Why is that python is treated as only an interpreted language when there is in fact a compiling stage where the code we write gets converted into byte code(.pyc), which is later interpreted by the PVM. Is it wrong to say python is just an interpreted language?
closed as primarily opinion-based by gnat, Ampt, user40980, Dan Pichelman, user53019 Nov 29 '14 at 16:20
Many good questions generate some degree of opinion based on expert experience, but answers to this question will tend to be almost entirely based on opinions, rather than facts, references, or specific expertise. If this question can be reworded to fit the rules in the help center, please edit the question.
Compiled and interpreted are descriptions of an implementation, not of a language; Their usage in relation to languages is a throwback to the days when each language had few implementations and similar (simple) toolchains compared to the kinds of functions you might find in an IDE today.
There are layers of interpretation/compilation...
- Pure interpretation
- Tokenisation + interpretation
- Bytecode compilation which requires a virtual machine to host
- Bytecode + 'just in time' compilation to Machine code
- Native Machine code compilation
Different Python environments use different options,
cpython does only a bytecode compilation, where
Psyco uses a bytecode + JIT approach.
New languages and implementations frequently use the Bytecode + JIT approach as it is the best way to make them portable and enables the application to make use of more features of an unknown host environment.
In terms of the language itself the descriptions are used as a shorthand for the level of abstraction. With high-level languages like Python where performance consideration and optimisation is far removed from the programmers remit often described as being interpreted, where low level ones like C where those considerations are closely tied are considered compiled.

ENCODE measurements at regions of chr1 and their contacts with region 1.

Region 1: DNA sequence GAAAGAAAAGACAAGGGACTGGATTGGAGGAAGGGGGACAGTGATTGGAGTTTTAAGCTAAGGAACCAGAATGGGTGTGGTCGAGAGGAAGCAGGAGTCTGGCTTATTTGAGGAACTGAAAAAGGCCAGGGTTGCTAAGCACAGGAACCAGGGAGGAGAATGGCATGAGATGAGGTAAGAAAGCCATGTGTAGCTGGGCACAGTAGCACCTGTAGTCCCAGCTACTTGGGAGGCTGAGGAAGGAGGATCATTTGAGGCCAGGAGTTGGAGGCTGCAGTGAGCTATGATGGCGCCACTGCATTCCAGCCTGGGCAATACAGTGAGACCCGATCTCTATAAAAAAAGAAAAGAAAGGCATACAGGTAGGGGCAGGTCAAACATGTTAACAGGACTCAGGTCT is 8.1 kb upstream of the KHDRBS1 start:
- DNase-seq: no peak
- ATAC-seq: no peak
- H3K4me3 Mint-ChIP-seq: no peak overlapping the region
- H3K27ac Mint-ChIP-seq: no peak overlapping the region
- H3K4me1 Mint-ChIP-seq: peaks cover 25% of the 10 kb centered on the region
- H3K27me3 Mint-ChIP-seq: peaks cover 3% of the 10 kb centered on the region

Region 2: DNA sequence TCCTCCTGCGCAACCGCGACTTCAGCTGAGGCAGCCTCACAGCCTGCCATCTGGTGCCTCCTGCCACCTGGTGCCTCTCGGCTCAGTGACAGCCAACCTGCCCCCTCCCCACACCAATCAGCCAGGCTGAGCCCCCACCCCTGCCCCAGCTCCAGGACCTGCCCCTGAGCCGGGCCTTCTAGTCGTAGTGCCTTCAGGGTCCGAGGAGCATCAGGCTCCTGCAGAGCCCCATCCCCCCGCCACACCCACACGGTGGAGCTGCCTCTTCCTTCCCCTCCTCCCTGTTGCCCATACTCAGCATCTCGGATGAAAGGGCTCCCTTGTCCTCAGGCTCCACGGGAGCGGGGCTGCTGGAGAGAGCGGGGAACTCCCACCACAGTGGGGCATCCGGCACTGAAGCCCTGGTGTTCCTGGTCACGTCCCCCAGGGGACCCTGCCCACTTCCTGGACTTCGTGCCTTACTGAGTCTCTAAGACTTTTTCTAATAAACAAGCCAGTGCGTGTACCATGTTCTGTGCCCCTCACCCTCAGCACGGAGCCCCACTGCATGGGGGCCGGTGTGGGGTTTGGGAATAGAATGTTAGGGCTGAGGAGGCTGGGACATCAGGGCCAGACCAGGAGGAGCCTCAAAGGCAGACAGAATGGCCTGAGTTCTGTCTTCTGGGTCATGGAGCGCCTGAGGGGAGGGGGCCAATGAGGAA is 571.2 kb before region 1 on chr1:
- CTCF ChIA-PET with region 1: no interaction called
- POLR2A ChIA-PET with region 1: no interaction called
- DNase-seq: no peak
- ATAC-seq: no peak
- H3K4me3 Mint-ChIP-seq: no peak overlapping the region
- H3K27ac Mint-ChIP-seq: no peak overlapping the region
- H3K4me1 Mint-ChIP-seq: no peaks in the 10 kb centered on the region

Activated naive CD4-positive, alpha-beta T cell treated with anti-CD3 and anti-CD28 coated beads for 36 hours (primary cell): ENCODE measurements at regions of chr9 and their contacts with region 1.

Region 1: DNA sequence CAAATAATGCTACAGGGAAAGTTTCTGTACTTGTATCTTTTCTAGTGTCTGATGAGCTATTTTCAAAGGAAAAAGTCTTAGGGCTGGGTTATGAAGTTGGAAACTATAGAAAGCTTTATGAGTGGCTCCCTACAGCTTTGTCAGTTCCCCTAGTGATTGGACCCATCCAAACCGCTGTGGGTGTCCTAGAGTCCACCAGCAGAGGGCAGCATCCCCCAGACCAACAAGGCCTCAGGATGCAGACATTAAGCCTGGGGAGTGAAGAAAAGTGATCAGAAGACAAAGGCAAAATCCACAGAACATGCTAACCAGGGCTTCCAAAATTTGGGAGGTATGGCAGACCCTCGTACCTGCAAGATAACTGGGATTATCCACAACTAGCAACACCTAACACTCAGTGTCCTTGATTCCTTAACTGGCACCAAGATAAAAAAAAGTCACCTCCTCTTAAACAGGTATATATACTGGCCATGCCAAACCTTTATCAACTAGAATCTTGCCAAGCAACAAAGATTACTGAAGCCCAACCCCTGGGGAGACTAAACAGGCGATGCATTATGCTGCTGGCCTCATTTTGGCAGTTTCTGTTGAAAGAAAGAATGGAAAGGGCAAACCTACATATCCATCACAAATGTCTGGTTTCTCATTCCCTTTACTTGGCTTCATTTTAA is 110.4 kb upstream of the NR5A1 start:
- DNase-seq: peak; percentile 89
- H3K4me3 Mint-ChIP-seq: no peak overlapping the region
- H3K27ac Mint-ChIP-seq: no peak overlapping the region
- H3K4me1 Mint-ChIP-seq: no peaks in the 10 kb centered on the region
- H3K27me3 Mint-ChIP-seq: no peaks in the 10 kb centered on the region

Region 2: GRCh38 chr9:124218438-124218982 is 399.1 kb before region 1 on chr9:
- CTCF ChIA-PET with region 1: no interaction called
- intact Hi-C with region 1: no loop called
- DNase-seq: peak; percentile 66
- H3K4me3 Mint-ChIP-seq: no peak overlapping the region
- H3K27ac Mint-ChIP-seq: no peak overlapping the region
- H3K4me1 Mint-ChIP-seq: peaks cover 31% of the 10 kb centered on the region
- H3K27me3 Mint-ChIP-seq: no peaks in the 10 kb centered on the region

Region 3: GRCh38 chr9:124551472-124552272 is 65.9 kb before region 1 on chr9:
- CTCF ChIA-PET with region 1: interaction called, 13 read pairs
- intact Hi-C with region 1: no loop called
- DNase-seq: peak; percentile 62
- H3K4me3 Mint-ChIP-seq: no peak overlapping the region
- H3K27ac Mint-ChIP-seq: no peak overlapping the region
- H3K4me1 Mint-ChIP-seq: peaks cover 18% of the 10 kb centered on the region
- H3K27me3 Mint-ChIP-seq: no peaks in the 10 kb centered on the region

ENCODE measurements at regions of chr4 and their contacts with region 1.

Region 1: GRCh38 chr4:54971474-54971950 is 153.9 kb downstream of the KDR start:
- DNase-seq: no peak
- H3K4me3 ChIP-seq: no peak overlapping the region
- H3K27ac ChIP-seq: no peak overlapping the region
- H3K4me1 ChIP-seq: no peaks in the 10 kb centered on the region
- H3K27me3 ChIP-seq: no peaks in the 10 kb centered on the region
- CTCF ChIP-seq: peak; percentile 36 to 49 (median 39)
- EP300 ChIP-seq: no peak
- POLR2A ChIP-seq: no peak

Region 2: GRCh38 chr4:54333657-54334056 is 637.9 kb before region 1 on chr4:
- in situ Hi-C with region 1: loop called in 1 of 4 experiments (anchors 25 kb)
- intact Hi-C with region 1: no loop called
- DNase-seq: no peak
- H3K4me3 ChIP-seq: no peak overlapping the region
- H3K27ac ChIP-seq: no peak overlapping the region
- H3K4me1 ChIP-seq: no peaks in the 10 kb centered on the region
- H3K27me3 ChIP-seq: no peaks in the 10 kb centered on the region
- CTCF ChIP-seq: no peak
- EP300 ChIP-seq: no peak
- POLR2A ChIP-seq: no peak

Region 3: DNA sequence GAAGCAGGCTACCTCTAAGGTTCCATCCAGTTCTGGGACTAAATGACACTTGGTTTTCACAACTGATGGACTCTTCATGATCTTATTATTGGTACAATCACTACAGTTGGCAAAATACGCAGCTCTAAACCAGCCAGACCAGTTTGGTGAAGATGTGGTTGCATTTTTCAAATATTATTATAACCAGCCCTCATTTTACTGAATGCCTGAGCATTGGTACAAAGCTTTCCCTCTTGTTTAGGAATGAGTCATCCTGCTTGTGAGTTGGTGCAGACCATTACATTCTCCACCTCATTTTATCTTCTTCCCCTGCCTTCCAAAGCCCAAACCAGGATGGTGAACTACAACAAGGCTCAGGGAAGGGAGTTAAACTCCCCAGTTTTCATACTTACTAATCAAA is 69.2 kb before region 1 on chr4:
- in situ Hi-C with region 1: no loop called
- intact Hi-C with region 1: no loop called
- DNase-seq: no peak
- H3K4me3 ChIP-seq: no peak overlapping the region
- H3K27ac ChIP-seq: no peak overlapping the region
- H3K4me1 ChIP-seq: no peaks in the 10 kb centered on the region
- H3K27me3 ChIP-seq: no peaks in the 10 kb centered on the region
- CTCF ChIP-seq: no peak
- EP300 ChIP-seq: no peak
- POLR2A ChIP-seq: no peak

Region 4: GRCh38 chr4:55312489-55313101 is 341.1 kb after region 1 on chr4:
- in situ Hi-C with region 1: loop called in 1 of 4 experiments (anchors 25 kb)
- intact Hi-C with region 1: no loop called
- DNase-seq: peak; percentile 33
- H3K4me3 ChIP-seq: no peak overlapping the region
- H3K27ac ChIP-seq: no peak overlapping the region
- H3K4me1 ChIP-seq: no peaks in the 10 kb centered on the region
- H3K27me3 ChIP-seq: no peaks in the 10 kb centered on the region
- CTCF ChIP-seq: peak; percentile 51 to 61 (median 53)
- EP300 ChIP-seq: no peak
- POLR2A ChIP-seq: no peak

To answer to your question - Python as most people use it is PARTIALLY COMPILED and it would be right to consider it BOTH compiled AND interpreted.
This is a bit of a simplification, but there are three main steps in compiling code:
- Parse the source code to a syntax tree
- Compile the syntax tree into machine-independent byte code
- Translate byte code to machine code
A C compiler does all three, and is without doubt a compiler. A Java compiler does 1 and 2, producing .class files, and the runtime does 3. The Python "compiler" only does step 1 when producing .pyc files, while the runtime does 2 and 3.
So, as Bart says, the difference between "compiled" and "interpreted" is somewhat subjective. But step 2 is a very significant step, and it is the most difficult to do in reverse, i.e. decompile. So that's why Java is usually called compiled and Python usually called interpreted.
The above is my original post. Since posting I've read more about .pyc files and need to correct it. The Python compiler does actually do step 2; the contents of pyc files is a stack-based intermediate language, quite similar to Java class files.
I wonder if the reason that Python is considered "interpreted" is because there's a single binary to compile and execute.
Unlike .NET and Java, there is not a well-defined standard for python byte code, and they sometimes change it from version to version. See also this question.
This has the implication that you can't really distribute the compiled version of your code, which in turn means, that you can't really consider it a compiled language.
python, you can enter a line of code into python and expect it to be interpreted and executed immediately.
Compiled languages like
java, etc. require a compilation step which render an object that may be executable. There may be additional steps require to make the code executable.
Unlike an compiled language, an interpreted language can run a command like:
There is no clear distinction anymore between compiled and interpreted languages any more, as there are very few languages left that are purely interpreted.
It seems like that the term 'interpreted language' is actually being used for scripting languages, where you can work in a tight "modify - execute" cycle without an explicit compilation step in the workflow.
You can say that when we're talking about Python as a whole; including compiler that creates byte code and a virtual machine that interprets the byte code. Python as an language has no saying about if it's an compiled or interpreted programming language, only the implementation of it. Often with semantic issues, there are programming languages where the user can choose to compile the code into byte code to be interpreted at run time or compile it directly into machine code.